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8-member board re-elected
The eight board members approved to serve another year's term include Bill Campbell (CEO of software maker Intuit), Millard "Mickey" Drexler (CEO of retailer J. Crew), Al Gore Jr. (chair of Alliance for Climate Protection, Generation Investment Management, and Current TV), Steve Jobs (Apple's CEO), Andrea Jung (CEO of Avon), Arthur Levinson (CEO of Genentech), Eric Schmidt (CEO of Google), and Jerome York (CEO of Harwinton Capital).
Shareholders also voted down all four proposals drafted by groups of investors who retain enough shares in Apple to suggest changes to the way the Cupertino-based company approves executive compensation, discloses information to its investors, and manages health care.
Proposals voted down
More specifically, the first proposal was advanced by the Teamsters union, which holds 2,569 shares of the company. It asks Apple to report all of the company's direct and indirect political contributions and expenditures, twice annually. Apple's directors say the proposal is "unnecessary and unproductive" and would reveal information on its private negotiations with trade associations to its competitors.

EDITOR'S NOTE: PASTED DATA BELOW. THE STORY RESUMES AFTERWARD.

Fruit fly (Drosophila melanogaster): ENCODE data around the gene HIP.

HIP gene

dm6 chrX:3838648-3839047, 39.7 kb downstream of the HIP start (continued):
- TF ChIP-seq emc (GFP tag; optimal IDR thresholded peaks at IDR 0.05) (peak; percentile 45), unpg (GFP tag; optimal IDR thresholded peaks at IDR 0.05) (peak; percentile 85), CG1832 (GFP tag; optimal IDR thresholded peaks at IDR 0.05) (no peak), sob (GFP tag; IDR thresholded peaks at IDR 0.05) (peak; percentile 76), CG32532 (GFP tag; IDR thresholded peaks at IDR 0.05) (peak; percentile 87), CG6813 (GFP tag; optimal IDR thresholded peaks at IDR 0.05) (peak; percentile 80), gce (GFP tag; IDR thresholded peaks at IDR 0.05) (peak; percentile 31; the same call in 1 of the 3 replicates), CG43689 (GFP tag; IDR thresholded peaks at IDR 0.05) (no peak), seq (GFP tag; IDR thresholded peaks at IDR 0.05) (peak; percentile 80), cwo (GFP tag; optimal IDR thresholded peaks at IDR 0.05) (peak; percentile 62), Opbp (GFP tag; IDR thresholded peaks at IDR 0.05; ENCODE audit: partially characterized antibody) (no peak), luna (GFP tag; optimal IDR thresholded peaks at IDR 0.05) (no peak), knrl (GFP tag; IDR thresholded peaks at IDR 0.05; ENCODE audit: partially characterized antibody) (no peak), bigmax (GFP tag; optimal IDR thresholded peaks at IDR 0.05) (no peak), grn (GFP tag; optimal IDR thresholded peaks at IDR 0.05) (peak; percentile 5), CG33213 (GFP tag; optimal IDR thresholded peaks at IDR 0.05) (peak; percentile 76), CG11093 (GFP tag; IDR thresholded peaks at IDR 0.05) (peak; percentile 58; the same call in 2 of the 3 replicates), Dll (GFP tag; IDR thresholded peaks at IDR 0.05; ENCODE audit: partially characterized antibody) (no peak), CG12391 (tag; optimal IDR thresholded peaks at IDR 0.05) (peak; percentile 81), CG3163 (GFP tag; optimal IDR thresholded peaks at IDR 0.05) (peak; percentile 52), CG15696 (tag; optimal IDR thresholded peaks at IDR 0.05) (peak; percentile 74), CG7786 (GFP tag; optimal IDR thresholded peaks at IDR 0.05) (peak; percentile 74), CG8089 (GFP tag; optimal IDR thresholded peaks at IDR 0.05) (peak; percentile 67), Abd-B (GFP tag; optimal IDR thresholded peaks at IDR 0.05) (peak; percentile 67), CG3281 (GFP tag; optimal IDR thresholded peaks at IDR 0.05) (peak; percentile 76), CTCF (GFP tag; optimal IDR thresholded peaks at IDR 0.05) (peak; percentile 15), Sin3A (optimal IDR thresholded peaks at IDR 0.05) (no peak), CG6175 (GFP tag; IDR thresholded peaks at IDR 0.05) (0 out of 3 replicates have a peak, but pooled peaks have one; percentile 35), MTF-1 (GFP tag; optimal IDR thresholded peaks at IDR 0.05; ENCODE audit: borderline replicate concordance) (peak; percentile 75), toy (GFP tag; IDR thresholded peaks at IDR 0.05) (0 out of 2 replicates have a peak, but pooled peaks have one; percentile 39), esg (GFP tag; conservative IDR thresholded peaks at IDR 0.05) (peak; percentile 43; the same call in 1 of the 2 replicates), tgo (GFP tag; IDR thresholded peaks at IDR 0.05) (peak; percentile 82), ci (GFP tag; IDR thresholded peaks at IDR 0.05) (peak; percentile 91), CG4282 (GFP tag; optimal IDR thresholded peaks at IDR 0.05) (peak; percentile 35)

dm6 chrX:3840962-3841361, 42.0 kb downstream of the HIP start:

The second shareholder proposal was advanced by the AFL-CIO union, which holds 500 shares of Apple. It asks the board to adopt heath care reform principles outlined by the Institute of Medicine. Apple's directors say the measure will not benefit the company, its employees, or its shareholders, and that health care reform is a matter for the new US President and Congress to address.
A third proposal has been made by individual with less than 100 shares in Apple, but is cosponsored by the New York City Office of the Comptroller (with over two million shares) and Green Century Equity Fund (with another nearly 8,000 shares). It asks the company to deliver a report on sustainability including all corporate strategies related to climate change, the environmental impacts of toxics and recycling programs, and all employee and product safety issues. Apple's directors say the company already reports much of this information on social and environmental issues on its website, and that additional reporting obligations are unnecessary.
The last shareholder proposal is from the AFSCME Employees Pension Plan, a public health union which holds over 21,000 shares in Apple. It request the company issue a shareholders' advisory vote on executive compensation. Apple's directors say that setting executive compensation is the job of the board itself, and that limitations imposed by shareholder voting could have an adverse impact on the company's ability to recruit and retain top talent.
More details later
Apple is restricting journalists and investors from reporting live from the meeting and limiting questions to a select few attendees, but AppleInsider will have a more thorough report on the event a bit later this afternoon. Stay tuned.
Update: AppleInsider forum member 'retiarius' just returned from the meeting and posted some comments.
Update 2: Our full report from Cupertino: Apple shareholder meeting dominated by politics